Kurt Zumwalt, Amazon's global treasurer, has departed after 15 years of helping manage the company's cash and overseeing investments and debt financings.
Zumwalt left Amazon last week, according to people familiar with matter who asked not to be named because the news hasn't been made public. Zumwalt recently updated his LinkedIn profile to say that he left this month.
His move comes at a tricky time for Amazon. The company, which had a record $10 billion in net profit last year and is now sitting on over $40 billion of cash and equivalents, is entering another heavy investment cycle as it looks to make one-day delivery the default for Prime members. At the same time, Amazon is dealing with macro uncertainty because of the trade war with China, global recession concerns and growing regulatory scrutiny around its business practices.
Zumwalt, who reported to CFO Brian Olsavsky, is the latest high-profile executive to exit. Last month, Jeff Blackburn, who was senior vice president of worldwide business development, announced a one-year leave that starts next year, shortly after Prentis Wilson, vice president of Amazon Business, left to join start-up Boxed. Sunny Jain, who ran Amazon's health and personal care business, including the PillPack division, went to Unilever in March, and Chee Chew, vice president of consumer engagement, became chief product office at Twilio in January.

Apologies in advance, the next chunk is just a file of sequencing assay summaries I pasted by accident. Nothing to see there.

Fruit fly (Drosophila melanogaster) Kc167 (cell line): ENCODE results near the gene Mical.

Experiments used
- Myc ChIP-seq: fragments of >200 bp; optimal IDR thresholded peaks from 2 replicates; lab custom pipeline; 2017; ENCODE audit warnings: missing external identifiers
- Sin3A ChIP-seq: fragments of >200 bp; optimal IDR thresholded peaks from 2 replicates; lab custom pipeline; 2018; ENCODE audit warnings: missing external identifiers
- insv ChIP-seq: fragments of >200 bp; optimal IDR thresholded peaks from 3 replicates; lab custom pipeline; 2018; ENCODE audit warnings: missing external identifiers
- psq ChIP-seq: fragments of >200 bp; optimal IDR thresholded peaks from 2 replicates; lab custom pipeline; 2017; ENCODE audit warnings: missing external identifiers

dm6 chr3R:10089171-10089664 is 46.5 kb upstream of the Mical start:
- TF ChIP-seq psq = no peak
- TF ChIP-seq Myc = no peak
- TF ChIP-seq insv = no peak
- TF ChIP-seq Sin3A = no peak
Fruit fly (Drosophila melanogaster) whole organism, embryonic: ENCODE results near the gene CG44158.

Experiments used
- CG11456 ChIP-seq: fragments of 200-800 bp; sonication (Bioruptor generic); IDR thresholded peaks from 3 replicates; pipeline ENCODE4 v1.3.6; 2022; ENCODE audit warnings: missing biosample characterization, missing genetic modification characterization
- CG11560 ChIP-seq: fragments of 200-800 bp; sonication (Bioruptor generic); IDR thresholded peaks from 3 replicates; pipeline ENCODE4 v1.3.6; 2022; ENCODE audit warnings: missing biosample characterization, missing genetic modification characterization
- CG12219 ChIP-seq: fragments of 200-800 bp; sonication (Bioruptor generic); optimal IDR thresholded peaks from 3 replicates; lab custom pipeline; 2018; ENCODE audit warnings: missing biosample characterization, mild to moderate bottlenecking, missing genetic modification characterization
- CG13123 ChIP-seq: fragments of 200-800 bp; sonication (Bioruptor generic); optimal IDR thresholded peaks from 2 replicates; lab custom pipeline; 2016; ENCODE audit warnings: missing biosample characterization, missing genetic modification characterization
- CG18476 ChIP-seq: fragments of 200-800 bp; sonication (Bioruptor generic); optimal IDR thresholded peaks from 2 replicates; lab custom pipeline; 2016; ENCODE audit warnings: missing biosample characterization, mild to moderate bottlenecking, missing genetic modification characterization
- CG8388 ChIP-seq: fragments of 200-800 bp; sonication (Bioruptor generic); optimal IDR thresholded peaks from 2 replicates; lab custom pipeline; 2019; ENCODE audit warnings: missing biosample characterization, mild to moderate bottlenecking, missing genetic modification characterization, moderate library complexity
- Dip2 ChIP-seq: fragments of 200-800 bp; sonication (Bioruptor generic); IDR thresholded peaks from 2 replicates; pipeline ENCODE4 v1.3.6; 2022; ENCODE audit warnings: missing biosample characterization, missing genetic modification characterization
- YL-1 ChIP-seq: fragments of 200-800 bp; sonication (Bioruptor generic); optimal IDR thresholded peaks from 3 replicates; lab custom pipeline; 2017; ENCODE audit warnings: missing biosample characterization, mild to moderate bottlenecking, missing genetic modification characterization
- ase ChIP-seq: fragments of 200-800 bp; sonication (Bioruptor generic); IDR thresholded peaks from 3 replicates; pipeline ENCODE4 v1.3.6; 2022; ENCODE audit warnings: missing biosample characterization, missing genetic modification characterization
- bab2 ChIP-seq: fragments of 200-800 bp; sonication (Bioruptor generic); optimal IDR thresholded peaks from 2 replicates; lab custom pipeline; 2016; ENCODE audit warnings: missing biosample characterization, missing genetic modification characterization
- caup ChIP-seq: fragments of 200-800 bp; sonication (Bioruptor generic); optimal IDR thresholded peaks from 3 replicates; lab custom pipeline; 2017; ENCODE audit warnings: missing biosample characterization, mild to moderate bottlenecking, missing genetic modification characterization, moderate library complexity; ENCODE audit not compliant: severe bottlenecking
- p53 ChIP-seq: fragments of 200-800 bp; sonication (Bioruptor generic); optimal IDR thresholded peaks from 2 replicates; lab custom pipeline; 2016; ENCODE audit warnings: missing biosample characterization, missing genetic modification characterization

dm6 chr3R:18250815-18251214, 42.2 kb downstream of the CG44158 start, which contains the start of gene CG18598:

Zumwalt didn't respond to inquiries from CNBC as to why he left or where he's headed next. One person said he doesn't have any plans to join another company at this point. Tony Masone, who joined Amazon as assistant treasurer in 2016 after a long career at General Electric, has replaced Zumwalt and now has the title of treasurer, according to his LinkedIn profile.
In an interview with Acuity Magazine in June, Zumwalt said that in addition to the primary duties of a treasurer, he was also in charge of Amazon's global insurance program for third-party suppliers and some internal "fintech initiatives," such as its currency converter app. On his LinkedIn page, Zumwalt says he "built and scaled the treasury department" as the company grew from $5 billion in revenue to over $200 billion.
His team was spread across the U.S., Luxembourg, and India and managed relationships with over 45 banks globally, he said in the Acuity interview. At a conference this year, Zumwalt compared the size and scale of Amazon's cash balance to that of a "financial institution."
Zumwalt started his career at Bank of America and later served as the treasurer of Wind River, which Intel acquired for $884 million in 2009. He also sits on the board of the United States Tennis Association.